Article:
In the last four years especially I have focused my efforts to obtain information about the smaller congregations, closed congregations, particularly congrgations which have closed in the last 40 to 50 years.  My rationale for this focus is that some history here is in some cases, potentially recoverable.  There are larger affluent congregations which have appearances of vitality…they are going nowhere soon.  I can only hope some one among them is heads-up enough to chronicle their ongoing history and preserve the materials they produced.  On the other hand are congregations which have long-ago closed and chances are good we might not ever know anything of them except a name and possibly a location (for example, Carroll Street Christian Church is absorbed into South College Street in 1920 forming Lindsley Avenue Church of Christ…no paper is known to exist from this church, and I can’t even find one photo of the old building, and there is no one remaining who has living memory of this congregation).  For all practical purposes Carroll Street Church of Christ may remain as mysterious in twenty years as it does now.  I’d be surprised to learn of 3 people now living in the city of Nashville who have even heard of it.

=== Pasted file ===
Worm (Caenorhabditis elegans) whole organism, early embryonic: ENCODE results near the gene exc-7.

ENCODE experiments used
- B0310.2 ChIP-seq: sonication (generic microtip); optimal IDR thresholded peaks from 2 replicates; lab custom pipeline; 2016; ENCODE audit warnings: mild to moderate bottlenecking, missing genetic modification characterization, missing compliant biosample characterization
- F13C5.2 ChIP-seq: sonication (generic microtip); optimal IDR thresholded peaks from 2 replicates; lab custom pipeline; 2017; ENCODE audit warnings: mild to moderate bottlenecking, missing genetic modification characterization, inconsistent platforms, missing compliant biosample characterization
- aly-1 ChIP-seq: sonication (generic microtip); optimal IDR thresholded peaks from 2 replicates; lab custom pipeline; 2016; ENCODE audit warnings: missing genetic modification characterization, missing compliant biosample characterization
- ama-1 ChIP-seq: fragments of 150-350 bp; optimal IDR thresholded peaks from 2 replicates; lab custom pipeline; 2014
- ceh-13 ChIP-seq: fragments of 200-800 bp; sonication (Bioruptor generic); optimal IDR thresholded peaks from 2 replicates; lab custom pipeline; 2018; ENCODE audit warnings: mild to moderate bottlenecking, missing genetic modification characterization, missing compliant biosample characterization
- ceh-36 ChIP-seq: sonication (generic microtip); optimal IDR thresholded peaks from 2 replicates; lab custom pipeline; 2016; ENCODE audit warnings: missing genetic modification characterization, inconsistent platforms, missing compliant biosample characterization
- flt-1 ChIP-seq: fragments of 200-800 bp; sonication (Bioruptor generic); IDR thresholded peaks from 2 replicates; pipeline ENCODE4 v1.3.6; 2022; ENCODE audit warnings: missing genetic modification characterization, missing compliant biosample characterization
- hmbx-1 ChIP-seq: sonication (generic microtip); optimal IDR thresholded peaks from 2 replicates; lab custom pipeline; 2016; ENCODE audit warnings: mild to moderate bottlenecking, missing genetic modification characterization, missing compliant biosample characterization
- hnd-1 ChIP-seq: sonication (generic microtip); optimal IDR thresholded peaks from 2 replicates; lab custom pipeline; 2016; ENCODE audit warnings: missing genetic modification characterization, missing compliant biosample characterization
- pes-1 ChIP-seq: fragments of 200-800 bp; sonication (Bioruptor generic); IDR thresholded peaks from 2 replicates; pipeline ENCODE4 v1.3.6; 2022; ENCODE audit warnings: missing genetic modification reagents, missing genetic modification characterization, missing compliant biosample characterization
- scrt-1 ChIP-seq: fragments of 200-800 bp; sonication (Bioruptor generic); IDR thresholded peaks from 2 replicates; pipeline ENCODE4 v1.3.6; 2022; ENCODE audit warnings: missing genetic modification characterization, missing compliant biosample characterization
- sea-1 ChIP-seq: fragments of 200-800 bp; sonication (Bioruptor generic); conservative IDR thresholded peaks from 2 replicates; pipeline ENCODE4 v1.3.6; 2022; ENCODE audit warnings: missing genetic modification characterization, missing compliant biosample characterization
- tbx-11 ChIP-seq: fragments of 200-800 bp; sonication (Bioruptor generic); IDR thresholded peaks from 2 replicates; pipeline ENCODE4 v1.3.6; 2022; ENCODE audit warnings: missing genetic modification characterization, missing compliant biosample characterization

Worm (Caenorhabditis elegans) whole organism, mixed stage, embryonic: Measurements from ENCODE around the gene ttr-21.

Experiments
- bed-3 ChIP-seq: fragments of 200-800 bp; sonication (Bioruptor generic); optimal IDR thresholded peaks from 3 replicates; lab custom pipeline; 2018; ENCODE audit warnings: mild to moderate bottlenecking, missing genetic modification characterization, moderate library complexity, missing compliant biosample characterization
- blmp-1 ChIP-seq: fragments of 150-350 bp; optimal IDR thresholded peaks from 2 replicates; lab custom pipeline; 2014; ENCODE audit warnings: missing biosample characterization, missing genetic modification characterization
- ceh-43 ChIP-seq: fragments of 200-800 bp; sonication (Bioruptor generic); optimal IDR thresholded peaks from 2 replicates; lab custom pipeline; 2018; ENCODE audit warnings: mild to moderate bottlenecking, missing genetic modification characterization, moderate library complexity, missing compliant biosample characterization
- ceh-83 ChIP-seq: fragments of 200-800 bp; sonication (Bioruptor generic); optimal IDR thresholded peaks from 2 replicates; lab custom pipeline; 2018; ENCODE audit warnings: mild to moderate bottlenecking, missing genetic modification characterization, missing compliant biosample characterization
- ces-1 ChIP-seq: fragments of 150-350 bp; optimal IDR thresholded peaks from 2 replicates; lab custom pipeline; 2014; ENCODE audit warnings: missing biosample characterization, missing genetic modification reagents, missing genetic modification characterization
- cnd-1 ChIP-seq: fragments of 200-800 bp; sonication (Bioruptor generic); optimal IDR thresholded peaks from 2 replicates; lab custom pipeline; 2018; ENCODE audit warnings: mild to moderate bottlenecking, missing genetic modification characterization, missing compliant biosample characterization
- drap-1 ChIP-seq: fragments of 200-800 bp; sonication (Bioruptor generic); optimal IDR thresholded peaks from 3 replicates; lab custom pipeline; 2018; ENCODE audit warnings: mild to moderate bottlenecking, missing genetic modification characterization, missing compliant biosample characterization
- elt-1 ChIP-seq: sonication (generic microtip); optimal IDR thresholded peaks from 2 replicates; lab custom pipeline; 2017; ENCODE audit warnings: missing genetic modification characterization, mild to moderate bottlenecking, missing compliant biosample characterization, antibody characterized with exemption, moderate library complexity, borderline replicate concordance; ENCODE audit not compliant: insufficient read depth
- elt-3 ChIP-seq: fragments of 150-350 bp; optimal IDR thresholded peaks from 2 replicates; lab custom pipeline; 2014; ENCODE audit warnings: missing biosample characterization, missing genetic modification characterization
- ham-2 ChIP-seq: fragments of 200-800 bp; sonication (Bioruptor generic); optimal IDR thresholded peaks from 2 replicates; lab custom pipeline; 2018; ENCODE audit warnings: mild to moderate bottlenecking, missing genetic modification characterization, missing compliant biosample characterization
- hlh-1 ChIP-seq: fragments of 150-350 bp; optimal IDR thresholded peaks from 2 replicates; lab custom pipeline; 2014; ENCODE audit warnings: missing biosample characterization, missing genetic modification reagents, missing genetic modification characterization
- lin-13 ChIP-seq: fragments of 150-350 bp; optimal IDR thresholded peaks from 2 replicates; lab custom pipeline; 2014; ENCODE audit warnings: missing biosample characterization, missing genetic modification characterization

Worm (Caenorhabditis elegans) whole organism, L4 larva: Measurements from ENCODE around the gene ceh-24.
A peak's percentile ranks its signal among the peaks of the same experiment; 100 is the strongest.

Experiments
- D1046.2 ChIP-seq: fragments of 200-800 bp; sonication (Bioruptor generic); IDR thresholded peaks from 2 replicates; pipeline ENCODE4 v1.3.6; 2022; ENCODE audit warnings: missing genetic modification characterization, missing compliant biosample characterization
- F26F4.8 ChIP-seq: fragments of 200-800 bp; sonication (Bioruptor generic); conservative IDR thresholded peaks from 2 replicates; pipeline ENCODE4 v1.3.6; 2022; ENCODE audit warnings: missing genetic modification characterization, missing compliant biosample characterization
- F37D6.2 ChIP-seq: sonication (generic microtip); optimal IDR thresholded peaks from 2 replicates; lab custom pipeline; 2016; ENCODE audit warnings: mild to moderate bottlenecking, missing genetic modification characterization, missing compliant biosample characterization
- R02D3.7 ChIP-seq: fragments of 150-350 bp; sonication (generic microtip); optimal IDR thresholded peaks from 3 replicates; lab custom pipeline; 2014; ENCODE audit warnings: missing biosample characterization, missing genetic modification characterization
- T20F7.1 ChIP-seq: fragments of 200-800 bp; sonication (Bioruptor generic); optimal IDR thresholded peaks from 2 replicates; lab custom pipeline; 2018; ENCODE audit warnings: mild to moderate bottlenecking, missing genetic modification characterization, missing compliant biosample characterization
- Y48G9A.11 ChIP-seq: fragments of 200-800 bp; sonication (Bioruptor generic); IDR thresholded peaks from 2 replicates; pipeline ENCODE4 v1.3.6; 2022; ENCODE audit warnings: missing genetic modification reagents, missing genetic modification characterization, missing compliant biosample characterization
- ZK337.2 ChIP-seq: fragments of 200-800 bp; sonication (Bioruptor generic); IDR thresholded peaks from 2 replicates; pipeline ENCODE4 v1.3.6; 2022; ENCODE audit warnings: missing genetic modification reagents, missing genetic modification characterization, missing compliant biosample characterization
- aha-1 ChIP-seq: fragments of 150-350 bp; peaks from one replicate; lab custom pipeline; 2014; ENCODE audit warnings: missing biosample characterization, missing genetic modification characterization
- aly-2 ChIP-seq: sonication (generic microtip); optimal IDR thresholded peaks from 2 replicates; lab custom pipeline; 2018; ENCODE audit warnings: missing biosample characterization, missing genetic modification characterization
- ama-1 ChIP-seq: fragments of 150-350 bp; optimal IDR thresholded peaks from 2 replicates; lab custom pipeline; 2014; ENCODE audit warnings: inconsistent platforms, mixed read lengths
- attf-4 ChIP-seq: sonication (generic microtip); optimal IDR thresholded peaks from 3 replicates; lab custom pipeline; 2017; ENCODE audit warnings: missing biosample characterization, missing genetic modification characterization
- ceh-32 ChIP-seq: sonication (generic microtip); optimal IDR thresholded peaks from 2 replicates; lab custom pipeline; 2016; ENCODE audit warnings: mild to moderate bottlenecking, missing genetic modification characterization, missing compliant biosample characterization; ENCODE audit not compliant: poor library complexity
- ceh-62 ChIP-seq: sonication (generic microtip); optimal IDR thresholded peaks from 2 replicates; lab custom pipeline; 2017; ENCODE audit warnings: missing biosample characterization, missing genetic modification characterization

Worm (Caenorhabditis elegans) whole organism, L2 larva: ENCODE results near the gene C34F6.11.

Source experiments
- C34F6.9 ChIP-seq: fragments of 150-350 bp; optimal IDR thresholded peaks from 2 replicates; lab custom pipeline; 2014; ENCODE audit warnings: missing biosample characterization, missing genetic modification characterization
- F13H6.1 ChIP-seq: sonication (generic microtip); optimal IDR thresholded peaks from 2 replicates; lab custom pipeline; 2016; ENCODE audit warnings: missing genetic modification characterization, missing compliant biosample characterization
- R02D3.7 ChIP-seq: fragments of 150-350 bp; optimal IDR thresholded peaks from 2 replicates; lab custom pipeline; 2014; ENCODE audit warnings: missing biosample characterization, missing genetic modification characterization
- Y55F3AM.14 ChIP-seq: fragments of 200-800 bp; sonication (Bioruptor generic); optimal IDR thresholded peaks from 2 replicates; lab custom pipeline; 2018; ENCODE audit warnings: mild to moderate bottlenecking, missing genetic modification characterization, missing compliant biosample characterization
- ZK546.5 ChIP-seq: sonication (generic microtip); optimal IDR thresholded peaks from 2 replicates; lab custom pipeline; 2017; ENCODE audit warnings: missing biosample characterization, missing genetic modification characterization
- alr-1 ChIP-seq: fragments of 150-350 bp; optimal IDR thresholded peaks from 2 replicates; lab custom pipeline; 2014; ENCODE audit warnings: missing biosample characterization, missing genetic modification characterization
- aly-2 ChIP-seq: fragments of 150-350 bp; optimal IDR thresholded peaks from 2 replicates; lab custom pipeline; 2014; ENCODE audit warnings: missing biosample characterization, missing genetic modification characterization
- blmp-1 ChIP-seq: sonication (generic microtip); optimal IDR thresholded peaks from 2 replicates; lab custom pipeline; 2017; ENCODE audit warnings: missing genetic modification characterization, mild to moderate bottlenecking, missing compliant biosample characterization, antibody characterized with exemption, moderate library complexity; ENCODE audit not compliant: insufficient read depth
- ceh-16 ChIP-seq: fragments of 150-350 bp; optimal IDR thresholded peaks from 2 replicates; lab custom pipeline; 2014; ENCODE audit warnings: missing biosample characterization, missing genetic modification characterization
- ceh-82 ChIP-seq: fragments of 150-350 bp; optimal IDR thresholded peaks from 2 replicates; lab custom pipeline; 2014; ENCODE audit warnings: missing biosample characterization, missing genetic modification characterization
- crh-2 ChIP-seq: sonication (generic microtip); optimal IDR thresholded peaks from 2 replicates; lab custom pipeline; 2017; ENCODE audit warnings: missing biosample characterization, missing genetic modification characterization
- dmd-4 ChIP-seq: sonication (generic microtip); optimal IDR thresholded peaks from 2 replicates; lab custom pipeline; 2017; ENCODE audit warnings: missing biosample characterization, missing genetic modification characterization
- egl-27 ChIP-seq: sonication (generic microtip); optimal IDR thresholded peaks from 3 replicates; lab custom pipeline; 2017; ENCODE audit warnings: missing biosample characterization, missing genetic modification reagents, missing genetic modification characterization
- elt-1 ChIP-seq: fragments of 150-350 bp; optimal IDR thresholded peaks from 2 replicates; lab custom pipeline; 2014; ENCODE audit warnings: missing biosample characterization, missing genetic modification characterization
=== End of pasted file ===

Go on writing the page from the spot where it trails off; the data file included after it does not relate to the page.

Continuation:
But the several congregations that closed in the 50’s-80’s (and some even in the last five years) remain accessible if only through documents and interviews.  Theoretically the paper (the bulletins, meeting minutes, directories, photographs, even potentially sermon tapes) has a good chance of survival in a basement or attic or closet.  Chances are still good that former members still live, or folks might be around–in Nashville or elsewhere–who grew up at these congregations.  Theoretically.  Potentially.  Hopefully.

Yet as time marches on there are more funerals…for example in the last year I missed opportunities to speak with three elderly folks about their memories at these now-closed churches…they were too ill to speak with me and now they are gone!  I did, however, speak at length with one woman in ther 90’s who I thought died long ago!  She is quite alive and lucid!

So from time to time I will highlight on this blog these closed congregations…closed in the recent past…with hopes that someone somewhere might look for them (I get hits on this blog by folks looking for all sorts of things, among them are several Nashville Churches of Christ).  Maybe we can stir up some interest and surface additional information.

A few days ago I posted about one such congregation, the Twelfth Avenue, North Church of Christ.  I have in the queue a post about New Shops Church of Christ in West Nashville.  There are more, several more.

Stay tuned, and remember, save the paper!